I’m not basing this quick observation on any specific historical research or book, so bear with me. Cities grow and shrink; in effect they change rapidly (although sometimes it doesn’t seem rapidly enough and at other times all too rapidly). Where we operate in that continuum I think shapes much of how we see our role as professionals. Planning to address either shrinking cities or growing ones can seem, at times, like totally different professions. A colleague of mine remarked that planning for shrinking cities is definitely a niche market. Blog Post
Jul 1, 2007   By Scott Page
Last week I was up in Vancouver participating in a "Roundtable" discussion focused on whether Vancouver's politicians should pass policies to "protect" commercial activity downtown from displacement caused by the red hot residential condo market. At this roundtable, I had the opportunity to meet Brent Toderian. He is the City of Vancouver's Director of Planning. I was very impressed with him. It now strikes me that "free market" enviro/urban economists (such as myself) and urban planners should talk more often. Blog Post
Jun 30, 2007   By Matthew E. Kahn
By North-American standards, Vancouver is already a density-friendly city, relatively speaking. Although we've had our share of density related brawls and debates over the decades, by comparison to the wars fought in other cities, the "D-Word" gets a better reception here than in most places. Blog Post
Jun 29, 2007   By Brent Toderian
Thanks to Planetizen, I found “Opportunity Urbanism,” a report that posits Houston as “an emerging paradigm for the 21st century.” (There's a related op-ed here.) The report, regrettably, is a manifesto as empty as the title -- which Kotkin clearly hopes will become a catchphrase. So why is it important? Blog Post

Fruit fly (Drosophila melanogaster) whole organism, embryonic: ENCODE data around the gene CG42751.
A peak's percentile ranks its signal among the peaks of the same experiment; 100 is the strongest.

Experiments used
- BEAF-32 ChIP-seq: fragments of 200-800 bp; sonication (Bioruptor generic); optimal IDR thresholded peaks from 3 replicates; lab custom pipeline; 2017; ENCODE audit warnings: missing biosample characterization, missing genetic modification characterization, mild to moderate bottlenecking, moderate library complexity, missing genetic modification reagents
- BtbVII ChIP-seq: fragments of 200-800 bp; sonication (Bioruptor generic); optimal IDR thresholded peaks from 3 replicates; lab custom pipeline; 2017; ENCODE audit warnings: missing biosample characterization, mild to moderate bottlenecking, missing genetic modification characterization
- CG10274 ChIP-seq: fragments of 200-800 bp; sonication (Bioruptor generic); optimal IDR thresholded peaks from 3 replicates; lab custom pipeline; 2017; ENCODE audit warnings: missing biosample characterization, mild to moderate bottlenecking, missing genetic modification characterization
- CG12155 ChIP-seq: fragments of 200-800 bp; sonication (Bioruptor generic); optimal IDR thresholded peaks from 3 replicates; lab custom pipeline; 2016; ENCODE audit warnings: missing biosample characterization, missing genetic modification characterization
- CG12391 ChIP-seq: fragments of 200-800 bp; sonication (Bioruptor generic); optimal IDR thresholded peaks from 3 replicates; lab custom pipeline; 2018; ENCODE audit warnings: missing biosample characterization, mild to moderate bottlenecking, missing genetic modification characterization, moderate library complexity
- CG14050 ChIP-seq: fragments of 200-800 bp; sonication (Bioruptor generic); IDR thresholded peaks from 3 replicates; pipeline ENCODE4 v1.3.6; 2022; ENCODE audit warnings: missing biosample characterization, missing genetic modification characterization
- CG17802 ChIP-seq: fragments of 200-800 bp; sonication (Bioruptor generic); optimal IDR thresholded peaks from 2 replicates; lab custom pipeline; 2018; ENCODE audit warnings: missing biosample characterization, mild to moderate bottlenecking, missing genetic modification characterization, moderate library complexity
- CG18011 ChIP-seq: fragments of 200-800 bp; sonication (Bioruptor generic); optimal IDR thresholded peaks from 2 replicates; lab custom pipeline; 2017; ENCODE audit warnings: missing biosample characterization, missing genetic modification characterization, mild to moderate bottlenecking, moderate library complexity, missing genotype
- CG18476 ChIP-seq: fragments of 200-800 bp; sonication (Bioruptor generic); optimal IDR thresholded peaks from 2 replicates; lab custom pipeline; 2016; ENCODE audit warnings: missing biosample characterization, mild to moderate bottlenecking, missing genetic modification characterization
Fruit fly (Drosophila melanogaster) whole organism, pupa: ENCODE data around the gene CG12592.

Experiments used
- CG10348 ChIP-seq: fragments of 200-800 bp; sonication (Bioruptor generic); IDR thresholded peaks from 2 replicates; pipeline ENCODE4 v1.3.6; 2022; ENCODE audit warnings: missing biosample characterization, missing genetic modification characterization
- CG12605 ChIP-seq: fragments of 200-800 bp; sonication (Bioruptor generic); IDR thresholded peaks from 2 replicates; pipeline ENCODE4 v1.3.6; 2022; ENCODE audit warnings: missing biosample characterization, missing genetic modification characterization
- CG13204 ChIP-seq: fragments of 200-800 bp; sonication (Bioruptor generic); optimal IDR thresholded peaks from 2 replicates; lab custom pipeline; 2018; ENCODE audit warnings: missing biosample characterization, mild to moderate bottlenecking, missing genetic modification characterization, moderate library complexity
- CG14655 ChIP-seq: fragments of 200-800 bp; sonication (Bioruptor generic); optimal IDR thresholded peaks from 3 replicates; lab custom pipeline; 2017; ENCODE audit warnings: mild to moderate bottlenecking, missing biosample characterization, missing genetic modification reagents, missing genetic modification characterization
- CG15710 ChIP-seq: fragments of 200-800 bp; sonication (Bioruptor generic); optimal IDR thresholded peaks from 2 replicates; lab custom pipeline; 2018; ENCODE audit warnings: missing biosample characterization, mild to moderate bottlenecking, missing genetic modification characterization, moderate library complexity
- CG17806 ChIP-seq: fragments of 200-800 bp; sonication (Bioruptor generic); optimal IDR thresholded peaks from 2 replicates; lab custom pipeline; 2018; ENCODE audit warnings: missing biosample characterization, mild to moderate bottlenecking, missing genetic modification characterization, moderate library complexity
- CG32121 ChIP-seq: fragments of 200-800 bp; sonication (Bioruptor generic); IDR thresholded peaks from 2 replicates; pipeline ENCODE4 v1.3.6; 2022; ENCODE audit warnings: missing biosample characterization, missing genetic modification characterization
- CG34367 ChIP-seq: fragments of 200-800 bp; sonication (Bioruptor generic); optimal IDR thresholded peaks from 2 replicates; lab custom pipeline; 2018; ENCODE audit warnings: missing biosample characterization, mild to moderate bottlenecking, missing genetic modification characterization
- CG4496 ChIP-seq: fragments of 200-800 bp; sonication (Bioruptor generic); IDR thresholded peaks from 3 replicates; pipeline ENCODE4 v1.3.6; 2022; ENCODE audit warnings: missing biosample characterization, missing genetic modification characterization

Jun 28, 2007   By James S. Russell
Let's begin by killing off one of the cherished half-truths about Vancouver.Vancouver, it is said, is the only major city in North America without freeways. Blog Post
Jun 26, 2007   By Gordon Price
“Getting” Universal Design creates an “Aha!” moment. Experiencing Universal Design creates a “Wow!” moment. Blog Post
Jun 25, 2007   By Barbara Knecht
The Oscar-winning film The Lives of Others recalls that famous question about governments who spy on their citizens: Who will watch the watchers? (Answer: Alberto Gonzalez.) A similar, if less cloak-and-dagger question applies to planning: Who will zone the zoners? While governments use zoning to keep polluting uses away from homes, what if the biggest polluter in a city is a government use?In most cities today, the most common polluting use is exempt from zoning: highways. Blog Post
Jun 25, 2007   By Greg Smithsimon
Over the last few weeks I’ve had the opportunity to attend public meetings in Europe and the American South. I find public meetings to be an entertaining challenge. Let’s face it, a public meeting is always a gamble. You’re at the mercy of whoever shows up and whatever they perceive about the project. You have to think on your feet and make quick decisions to guide the process, without looking like I’m-in-control-here-Alexander-Haig.  Blog Post
Jun 25, 2007   By Barbara Faga
Local officials are rightfully leery of someone who shows up at their doorstep and proclaims, "I'm from the U.S. Government ... and I'm here to help you." That probably goes double for the Environmental Protection Agency. But when a team arrives from the EPA’s Smart Growth office, rather than scrambling to bar the door, local officials greet them with open arms — because they really do provide essential assistance. Blog Post
Jun 20, 2007   By
I recently got taken to the proverbial wood shed on Planetizen Interchange for arguing that mass transit is unsustainable. So, I decided that it might be useful to look at the mass transit system that seems to be the most successful in nation: New York City. New York has the density and economic activity to sustain transit—perhaps a best-case scenario in the U.S. Blog Post
Jun 19, 2007   By Samuel Staley